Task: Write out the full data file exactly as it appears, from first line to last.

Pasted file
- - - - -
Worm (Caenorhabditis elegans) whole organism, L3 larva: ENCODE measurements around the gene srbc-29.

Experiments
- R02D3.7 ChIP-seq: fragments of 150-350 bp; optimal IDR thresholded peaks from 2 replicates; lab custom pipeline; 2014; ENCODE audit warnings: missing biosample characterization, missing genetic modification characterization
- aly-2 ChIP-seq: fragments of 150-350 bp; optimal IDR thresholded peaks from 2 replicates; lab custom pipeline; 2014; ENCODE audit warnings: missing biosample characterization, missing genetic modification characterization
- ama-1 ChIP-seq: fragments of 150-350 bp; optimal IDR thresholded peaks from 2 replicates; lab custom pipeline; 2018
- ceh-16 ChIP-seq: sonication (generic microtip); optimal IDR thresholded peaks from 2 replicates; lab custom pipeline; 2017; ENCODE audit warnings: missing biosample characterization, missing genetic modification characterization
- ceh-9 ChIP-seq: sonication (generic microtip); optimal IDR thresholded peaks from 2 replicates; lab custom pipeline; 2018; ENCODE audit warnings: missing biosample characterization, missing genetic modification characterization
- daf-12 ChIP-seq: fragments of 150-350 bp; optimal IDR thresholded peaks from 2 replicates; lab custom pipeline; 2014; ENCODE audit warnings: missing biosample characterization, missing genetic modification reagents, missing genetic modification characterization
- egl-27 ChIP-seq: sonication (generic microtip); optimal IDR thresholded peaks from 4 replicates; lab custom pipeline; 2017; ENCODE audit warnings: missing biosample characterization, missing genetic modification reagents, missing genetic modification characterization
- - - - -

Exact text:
Worm (Caenorhabditis elegans) whole organism, L3 larva: ENCODE measurements around the gene srbc-29.

Experiments
- R02D3.7 ChIP-seq: fragments of 150-350 bp; optimal IDR thresholded peaks from 2 replicates; lab custom pipeline; 2014; ENCODE audit warnings: missing biosample characterization, missing genetic modification characterization
- aly-2 ChIP-seq: fragments of 150-350 bp; optimal IDR thresholded peaks from 2 replicates; lab custom pipeline; 2014; ENCODE audit warnings: missing biosample characterization, missing genetic modification characterization
- ama-1 ChIP-seq: fragments of 150-350 bp; optimal IDR thresholded peaks from 2 replicates; lab custom pipeline; 2018
- ceh-16 ChIP-seq: sonication (generic microtip); optimal IDR thresholded peaks from 2 replicates; lab custom pipeline; 2017; ENCODE audit warnings: missing biosample characterization, missing genetic modification characterization
- ceh-9 ChIP-seq: sonication (generic microtip); optimal IDR thresholded peaks from 2 replicates; lab custom pipeline; 2018; ENCODE audit warnings: missing biosample characterization, missing genetic modification characterization
- daf-12 ChIP-seq: fragments of 150-350 bp; optimal IDR thresholded peaks from 2 replicates; lab custom pipeline; 2014; ENCODE audit warnings: missing biosample characterization, missing genetic modification reagents, missing genetic modification characterization
- egl-27 ChIP-seq: sonication (generic microtip); optimal IDR thresholded peaks from 4 replicates; lab custom pipeline; 2017; ENCODE audit warnings: missing biosample characterization, missing genetic modification reagents, missing genetic modification characterization